Welcome to Wedding Week at the Undomestic Goddess!
Yes, our real wedding week passed but I have professional pictures and projects to share with you. Get excited.
Seriously, get excited or fake it if you must.
Now the big item everyone talks about at a wedding is what the bride wore—I wore a beautiful Casablanca wedding gown with my mom’s Juliet cap. . . which she made and hand beaded for her own wedding 34 years ago.
What isn’t shown– Greg pretty much carrying me to the spot due to all the mud.
We feared rain all week, just like another bride. But unlike any other bride, I was super prepared– I had matching rain boots and umbrellas for the bridal party . . ok, no rain boots for the guys. The night before/into the early morning it poured– according to the Weather Underground, we had .42 inches the day before and .48 the day of our wedding.
I know you all are thinking why is this important, just stay with me.
The ground was muddy at my parents. The ground was muddy on Villanova’s campus.
Muddy grass + ivory wedding dress= muddy mess.
Side note: We did luck out with the weather while taking pictures on campus, we were spared the rain everyone else in neighboring towns seemed to be inundated with. We like to believe my gmom called in a favor with the big guy to make her first grandchild have sun on her wedding day
Again, why does that matter . . well pictures at the country club involved us walking through even more mud.
Here are the before shots of how muddy my underskirt was after the wedding:
Ready for the shocker of how I cleaned it—carpet cleaner and the washing machine.
If you are gasping in horror over that, please don’t. After researching cleaning the dress, I discovered it couldn’t be dry cleaned due to the beading and sequins (they would melt). Most dry cleaners end up washing the dress.
For $300, I can wash the dress myself. If I failed, it’s not like I was going to wear the dress again.
So here we go!
Side note: Please review your handling tag before starting this process. I don’t want you to hold me responsible for ruining your dress.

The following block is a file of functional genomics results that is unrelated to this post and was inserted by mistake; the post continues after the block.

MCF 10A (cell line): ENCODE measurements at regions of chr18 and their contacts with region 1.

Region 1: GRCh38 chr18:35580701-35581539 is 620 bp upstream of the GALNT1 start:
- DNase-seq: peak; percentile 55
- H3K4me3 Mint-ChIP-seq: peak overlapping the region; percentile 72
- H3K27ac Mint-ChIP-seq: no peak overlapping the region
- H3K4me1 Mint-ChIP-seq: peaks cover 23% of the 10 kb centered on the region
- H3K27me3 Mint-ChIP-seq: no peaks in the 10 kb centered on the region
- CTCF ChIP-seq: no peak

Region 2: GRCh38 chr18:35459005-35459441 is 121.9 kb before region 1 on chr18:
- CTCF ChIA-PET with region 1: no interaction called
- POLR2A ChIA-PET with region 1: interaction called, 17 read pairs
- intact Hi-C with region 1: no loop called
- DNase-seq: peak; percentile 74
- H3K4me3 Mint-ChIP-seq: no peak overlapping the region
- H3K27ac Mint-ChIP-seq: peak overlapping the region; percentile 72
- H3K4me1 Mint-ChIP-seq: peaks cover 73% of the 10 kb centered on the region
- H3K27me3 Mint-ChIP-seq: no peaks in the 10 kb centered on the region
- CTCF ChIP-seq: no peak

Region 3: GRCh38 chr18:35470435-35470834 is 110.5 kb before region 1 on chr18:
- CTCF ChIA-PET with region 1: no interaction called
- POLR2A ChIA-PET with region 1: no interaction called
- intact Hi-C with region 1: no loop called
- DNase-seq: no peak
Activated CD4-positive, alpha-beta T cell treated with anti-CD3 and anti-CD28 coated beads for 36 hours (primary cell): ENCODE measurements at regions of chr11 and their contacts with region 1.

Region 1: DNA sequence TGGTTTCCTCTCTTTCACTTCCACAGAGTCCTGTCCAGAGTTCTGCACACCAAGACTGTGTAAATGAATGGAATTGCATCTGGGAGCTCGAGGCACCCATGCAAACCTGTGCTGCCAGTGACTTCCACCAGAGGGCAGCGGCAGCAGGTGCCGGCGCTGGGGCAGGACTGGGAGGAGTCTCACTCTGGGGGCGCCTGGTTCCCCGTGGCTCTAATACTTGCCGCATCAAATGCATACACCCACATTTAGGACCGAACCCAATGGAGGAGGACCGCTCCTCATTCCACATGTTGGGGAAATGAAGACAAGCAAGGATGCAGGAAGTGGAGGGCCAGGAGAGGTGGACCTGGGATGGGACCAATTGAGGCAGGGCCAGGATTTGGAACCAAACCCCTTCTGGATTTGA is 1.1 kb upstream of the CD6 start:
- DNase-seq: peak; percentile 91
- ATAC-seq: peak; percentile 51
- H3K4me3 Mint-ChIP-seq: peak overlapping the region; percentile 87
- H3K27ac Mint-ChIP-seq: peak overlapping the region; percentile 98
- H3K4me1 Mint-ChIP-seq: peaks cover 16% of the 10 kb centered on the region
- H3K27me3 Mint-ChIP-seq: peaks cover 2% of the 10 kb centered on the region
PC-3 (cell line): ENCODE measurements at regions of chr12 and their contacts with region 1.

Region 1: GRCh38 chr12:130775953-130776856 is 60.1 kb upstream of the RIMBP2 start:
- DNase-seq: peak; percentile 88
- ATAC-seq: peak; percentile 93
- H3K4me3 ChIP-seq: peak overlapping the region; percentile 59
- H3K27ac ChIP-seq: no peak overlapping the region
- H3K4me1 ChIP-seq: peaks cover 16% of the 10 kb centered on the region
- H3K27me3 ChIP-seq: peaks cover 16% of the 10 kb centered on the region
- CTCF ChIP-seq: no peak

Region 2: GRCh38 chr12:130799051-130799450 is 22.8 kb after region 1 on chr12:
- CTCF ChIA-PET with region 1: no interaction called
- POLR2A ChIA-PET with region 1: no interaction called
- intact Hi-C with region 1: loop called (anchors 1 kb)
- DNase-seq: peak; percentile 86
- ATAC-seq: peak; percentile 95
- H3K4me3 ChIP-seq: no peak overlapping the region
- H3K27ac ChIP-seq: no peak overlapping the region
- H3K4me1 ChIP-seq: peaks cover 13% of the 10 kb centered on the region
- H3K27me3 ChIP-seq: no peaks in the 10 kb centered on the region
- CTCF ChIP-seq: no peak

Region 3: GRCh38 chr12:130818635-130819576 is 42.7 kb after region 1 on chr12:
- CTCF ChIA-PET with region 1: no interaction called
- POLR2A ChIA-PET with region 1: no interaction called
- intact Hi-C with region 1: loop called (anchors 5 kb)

What you will need
- Spray bottle of Resolve Carpet Cleaner
- Wash cloth
- Two white/cream pillowcases
- Washing machine
- Drying rack
- Bleach free detergent
- Archival Under the bed storage box
Before we get started, I need to tell you this is not the process I followed. I did all the steps but after washing first, I realized I should have done the spot treatment and then washed.
Bring your dress into the bathroom and drape over the drying rack. The underskirt and lace edging were the dirtiest part of my dress. I worked in sections on the bottom by spraying the dirty with carpet cleaner and letting it sit in for a few minutes.
Side note: Carpet cleaner!?!? Yes, carpet cleaner. It’s meant to be used on silks, wools, and whatever. I had better success with it than with clothing stain remover.
After letting it sit, I would rub at it with a wet wash cloth. I found scrubbing the fabric worked wonderfully on removing the dirt.
I did the outside of the dress first and then turned the dress inside out to do the underside. As you saw in the first picture, my dress had a decent length train but it only took me about an hour to scrub the dress. If you don’t have patience to methodically work your way around the skirt spray and scrubbing, take the dress to a professional.
Also, do not use warm water to wash with, it’s doing to help set the stain. Cold water is your best friend for this project.
Once you finish spot treating the dress, you are going to notice most of the dirt came out– not all of it because even professional cleaning won’t leave your dress looking brand new. Where you notice some spots still, spray the fabric with Shout or whatever spot treatment you use.
Then turn your dress inside out. You want it this way to protect the beading/lace/whatever from the washing machine. You don’t want it to get caught on the machine. Insert the top part of your dress into a white/cream pillowcase and then insert the bottom part of your dress into another white/cream pillowcase.
My whole dress did not fit in the two pillowcases but it covered the skirt’s lace edging and the top. Even though the dress is inside out, the pillowcases provide an extra layer of protection. Then it’s time.
Into the washer my dress went– on the gentle cycle in cold water with Oxyclean.
Guess what? The process worked. My underskirt was clean! My mom couldn’t believe how clean this process got my dress. It’s not perfect but I wouldn’t have expected it to be perfect even from the dry cleaners.
The final step of the process is placing the dress in proper storage. I found an archival dress box from The Container Store an ideal selection. I selected a larger dress box because I have a few other items I wanted to save in the box. It arrived with the acid free tissue paper for the dress and I went to work with packaging it up.
I added another layer of tissue paper above the dress before closing the box. I also added a few other items such a a wedding invitation and a small box with a few flowers from my bouquet and the charm from by bouquet. The box fit perfectly under the bed.
Not everyone wants/should use this method. I had the time and I was willing to clean my dress to save a few hundred dollars. In the end, the only thing I purchased was the box which cost me $45 with shipping. Hopefully this tutorial can help a few brides deal with their dresses!